In the UK, and in many other countries, it is illegal to discriminate on certain personal characteristics in many circumstances, including employment and accommodation. These characteristics include nationality, ethnic or national origin. It is also illegal to NOT discriminate on other characteristics when making employment and accommodation decisions. These characteristics are described as "allowed to stay in England" and overlap very strongly with nationality, ethnic or national origin.

This would appear to present a contradiction, at least if one views the law and morality as interdependent. How can it be wrong to discriminate on one set of personal characteristics but also wrong to NOT discriminate on another set of personal characteristics that are almost exactly the same as the former? Has anyone attempted to justify this apparent contradiction from a moral philosophy standpoint?

  • Availability of certain documents is hardly an unchangeable "personal characteristic", like nationality or gender, discriminating on which is generally seen as prejudiced and unfair. That some personality neutral discrimination has to take place follows from pragmatic reasons, a country has limited capacity and cannot accommodate everybody. Not that this selection cannot be abused, and often is.
    – Conifold
    Jul 8, 2021 at 17:12

2 Answers 2


Discrimination does not have in itself any moral value. I can discriminate my left hand from my right hand... So what?

I expect that we can all discriminate between White and Black people, between tall and short people, between friendly people and irascible people, between Leftists and Rightists, between intelligent and stupid. So we do make a very large number of discriminations and this self-evidently raises no ethical question whatsoever.

That being said, discrimination is often used to restrict certain rights to certain people or inflict unfair treatment on others. In such cases, the unfairness is entirely in what discrimination is used to achieve, not in the discrimination itself.

The argument put forward in the question is entirely fallacious as it rests entirely on the equivocation between two very different senses (2 and 3 bellow) of the word "discrimination":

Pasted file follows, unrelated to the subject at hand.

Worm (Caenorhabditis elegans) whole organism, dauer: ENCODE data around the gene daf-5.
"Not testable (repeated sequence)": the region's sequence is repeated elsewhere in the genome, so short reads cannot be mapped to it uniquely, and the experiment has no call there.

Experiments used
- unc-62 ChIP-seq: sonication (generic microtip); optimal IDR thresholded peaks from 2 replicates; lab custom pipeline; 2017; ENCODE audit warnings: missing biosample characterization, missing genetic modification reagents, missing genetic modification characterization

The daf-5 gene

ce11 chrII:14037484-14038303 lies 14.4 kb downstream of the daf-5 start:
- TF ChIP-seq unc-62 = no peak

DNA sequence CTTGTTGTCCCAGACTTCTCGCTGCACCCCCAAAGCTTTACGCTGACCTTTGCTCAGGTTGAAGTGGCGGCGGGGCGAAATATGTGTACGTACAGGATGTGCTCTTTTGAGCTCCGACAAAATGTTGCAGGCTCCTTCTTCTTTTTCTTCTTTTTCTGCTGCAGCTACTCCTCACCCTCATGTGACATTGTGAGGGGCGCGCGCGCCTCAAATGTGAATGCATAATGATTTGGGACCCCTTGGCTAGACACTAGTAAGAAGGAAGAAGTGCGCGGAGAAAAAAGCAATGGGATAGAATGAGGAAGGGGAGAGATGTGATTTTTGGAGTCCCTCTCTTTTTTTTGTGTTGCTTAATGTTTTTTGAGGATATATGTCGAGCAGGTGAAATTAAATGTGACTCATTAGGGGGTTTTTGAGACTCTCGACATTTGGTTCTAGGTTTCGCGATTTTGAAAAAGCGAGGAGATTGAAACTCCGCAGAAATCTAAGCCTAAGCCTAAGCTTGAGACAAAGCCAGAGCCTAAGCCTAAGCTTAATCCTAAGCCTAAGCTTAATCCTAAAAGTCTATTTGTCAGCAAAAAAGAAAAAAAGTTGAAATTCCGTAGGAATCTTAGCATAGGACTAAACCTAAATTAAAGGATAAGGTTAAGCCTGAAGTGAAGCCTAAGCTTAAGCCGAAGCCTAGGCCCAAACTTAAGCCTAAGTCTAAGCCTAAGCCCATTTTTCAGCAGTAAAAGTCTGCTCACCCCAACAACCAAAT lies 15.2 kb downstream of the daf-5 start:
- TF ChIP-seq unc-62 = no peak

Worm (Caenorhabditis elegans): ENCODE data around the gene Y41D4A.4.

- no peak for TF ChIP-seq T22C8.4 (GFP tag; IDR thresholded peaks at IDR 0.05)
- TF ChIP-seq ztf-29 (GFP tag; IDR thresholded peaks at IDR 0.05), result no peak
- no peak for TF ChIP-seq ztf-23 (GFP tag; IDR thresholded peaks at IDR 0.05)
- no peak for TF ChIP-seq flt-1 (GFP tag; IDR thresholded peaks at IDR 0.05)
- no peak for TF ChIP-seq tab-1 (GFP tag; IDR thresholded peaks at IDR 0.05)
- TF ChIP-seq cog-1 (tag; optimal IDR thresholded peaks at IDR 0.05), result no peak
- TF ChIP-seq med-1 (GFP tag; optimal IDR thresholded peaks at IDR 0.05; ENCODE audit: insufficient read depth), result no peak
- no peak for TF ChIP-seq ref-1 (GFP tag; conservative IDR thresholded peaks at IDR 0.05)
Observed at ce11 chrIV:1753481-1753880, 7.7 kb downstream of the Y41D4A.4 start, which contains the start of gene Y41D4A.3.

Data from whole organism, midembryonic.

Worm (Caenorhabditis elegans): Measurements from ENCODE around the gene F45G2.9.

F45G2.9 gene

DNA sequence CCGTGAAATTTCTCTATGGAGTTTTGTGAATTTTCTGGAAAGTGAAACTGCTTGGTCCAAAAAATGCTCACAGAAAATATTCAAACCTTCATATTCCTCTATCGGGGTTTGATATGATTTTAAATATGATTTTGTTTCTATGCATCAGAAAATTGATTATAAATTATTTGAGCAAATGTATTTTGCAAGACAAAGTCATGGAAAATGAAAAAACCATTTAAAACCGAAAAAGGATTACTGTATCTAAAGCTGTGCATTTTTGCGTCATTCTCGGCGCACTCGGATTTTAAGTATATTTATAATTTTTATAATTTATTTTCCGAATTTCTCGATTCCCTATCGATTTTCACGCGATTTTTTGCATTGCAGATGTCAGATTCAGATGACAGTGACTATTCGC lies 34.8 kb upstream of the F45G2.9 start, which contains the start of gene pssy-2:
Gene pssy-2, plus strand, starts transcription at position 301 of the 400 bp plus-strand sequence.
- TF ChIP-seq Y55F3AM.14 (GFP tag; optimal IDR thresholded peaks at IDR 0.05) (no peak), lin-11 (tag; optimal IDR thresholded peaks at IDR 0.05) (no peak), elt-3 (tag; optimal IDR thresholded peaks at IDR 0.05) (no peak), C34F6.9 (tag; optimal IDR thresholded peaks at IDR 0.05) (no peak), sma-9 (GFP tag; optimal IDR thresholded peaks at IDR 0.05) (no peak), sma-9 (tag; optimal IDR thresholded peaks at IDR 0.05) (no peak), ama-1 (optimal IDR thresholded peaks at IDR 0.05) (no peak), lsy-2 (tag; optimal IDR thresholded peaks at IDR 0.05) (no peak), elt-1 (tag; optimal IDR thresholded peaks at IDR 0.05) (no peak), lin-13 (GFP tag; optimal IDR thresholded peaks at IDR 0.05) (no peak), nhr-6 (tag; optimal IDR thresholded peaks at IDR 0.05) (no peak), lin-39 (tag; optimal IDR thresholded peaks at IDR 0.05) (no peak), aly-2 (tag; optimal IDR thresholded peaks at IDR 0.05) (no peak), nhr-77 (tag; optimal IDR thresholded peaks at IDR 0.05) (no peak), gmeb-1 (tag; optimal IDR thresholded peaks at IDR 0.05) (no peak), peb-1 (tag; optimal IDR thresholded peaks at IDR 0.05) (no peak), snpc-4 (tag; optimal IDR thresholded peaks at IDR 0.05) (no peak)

1. The ability or power to see or make fine distinctions; discernment.

  2. Treatment or consideration based on class or category, such as race or gender, rather than individual merit; partiality or prejudice.

Everything we do in life requires us to make fine distinctions and so to discriminate between things that are effectively different. Governing a country also requires that ministers and administrations make fine distinctions, between mothers and children, between workers and retirees, between foreigners and nationals, etc. This is absolutely necessary. This is at the foundation of life itself. There would be no effective action possible without discrimination. Life itself would be impossible.

The problem only starts when discrimination in sense 2 is used to discriminate in sense 3: use the different colours of the skin of people to restrict certain services to White people for example, services such as certain buses, certain schools, certain jobs. Discrimination in this sense can be overt and assumed, as it was in South-Africa at the time of the Apartheid, or in the United States of America not so long ago, or more discrete, often to the point of hypocrisy. So much so that there is probably no society on the surface of the Earth which free of unfair discriminations.

The point I am making here is completely obvious and should go without saying. The question asks "if anyone attempted to justify this apparent contradiction from a moral philosophy standpoint". This is the wrong question. The question should be how can anyone justify any unfair discrimination? And unfortunately, the question itself is an effort to do exactly that using a fallacious opposition based on equivocation. Moral standpoint?

  • Although the content of your answer is useful and you have clearly given the question thought, I find your remarks to be unnecessarily snarky and uncharitable. OP asks about an "apparent contradiction" so it is relatively clear that they are considering their presuppositions to be wrong. I see absolutely no need to insinuate efforts to justify unfair discrimination.
    – 303
    Dec 5, 2021 at 19:49
  • @303 Sure, the form is respected. The problem is that what I say is absolutely obvious. Why do I have to spell out the obvious? Dec 6, 2021 at 11:40
  • What is obvious to you might not be obvious to everyone, especially not to beginners. If it were obvious to OP they wouldn’t have asked their question in the first place.
    – 303
    Dec 6, 2021 at 19:06

There is discrimination and there is discrimination. One involves giving rights and the other involves just discriminating. You çan discriminate between various people (and even be obliged to do) if this discrimination is not based on the qualities of the other kind of discrimination (color of the skin, sexual preference, religion, cultural background, etc.).

When the grounds of discrimination (say having sickle cell anemy or not) are connected with the grounds you are not to allowed to discriminate on then of course it is more complicated. In that case you have to look carefully if the discrimination is made on the just grounds and that the grounds are not used to unlawfully discriminate.

What has philosophy to say about this? I don't know. I do know that the obligation to discriminate and law against it are not contradictory. You can be obliged to check for Corona and at the same time be forbidden to discriminate on other grounds. It becomes more difficult if there are relatively many Asians suffering from it.

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